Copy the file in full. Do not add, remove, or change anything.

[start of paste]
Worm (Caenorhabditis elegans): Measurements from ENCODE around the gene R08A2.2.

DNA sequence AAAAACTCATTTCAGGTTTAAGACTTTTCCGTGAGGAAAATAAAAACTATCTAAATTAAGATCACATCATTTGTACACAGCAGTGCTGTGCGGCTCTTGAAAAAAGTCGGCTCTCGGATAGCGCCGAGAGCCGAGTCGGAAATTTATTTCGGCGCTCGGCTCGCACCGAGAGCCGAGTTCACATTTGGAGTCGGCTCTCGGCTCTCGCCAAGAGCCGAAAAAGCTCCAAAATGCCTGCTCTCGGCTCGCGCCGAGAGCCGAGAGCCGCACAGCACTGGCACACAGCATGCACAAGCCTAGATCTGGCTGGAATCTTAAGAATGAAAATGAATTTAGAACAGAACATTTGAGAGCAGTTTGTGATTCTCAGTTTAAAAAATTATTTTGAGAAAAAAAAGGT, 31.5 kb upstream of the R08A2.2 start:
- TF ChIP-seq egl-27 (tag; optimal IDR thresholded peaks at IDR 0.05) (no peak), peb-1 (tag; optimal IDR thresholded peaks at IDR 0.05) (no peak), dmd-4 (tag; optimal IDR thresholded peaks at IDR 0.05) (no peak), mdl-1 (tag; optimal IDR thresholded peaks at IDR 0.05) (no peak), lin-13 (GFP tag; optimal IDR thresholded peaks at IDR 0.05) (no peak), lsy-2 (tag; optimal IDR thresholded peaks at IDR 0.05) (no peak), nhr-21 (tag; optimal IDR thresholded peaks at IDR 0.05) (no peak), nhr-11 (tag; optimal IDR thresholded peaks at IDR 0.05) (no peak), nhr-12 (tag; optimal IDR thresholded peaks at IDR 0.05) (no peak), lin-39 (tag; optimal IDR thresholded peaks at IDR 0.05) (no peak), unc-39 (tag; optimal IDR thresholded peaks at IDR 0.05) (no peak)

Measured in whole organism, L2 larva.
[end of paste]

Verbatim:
Worm (Caenorhabditis elegans): Measurements from ENCODE around the gene R08A2.2.

DNA sequence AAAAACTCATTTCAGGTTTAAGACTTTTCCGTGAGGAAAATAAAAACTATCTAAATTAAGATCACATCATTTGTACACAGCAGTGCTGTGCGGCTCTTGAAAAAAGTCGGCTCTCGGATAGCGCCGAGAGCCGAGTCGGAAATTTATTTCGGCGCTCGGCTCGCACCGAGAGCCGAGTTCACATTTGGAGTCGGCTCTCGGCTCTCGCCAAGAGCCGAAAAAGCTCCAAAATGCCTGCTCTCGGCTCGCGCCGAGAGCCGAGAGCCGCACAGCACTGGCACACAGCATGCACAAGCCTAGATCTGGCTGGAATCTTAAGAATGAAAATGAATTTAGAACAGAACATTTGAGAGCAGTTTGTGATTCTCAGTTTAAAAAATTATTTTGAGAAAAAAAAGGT, 31.5 kb upstream of the R08A2.2 start:
- TF ChIP-seq egl-27 (tag; optimal IDR thresholded peaks at IDR 0.05) (no peak), peb-1 (tag; optimal IDR thresholded peaks at IDR 0.05) (no peak), dmd-4 (tag; optimal IDR thresholded peaks at IDR 0.05) (no peak), mdl-1 (tag; optimal IDR thresholded peaks at IDR 0.05) (no peak), lin-13 (GFP tag; optimal IDR thresholded peaks at IDR 0.05) (no peak), lsy-2 (tag; optimal IDR thresholded peaks at IDR 0.05) (no peak), nhr-21 (tag; optimal IDR thresholded peaks at IDR 0.05) (no peak), nhr-11 (tag; optimal IDR thresholded peaks at IDR 0.05) (no peak), nhr-12 (tag; optimal IDR thresholded peaks at IDR 0.05) (no peak), lin-39 (tag; optimal IDR thresholded peaks at IDR 0.05) (no peak), unc-39 (tag; optimal IDR thresholded peaks at IDR 0.05) (no peak)

Measured in whole organism, L2 larva.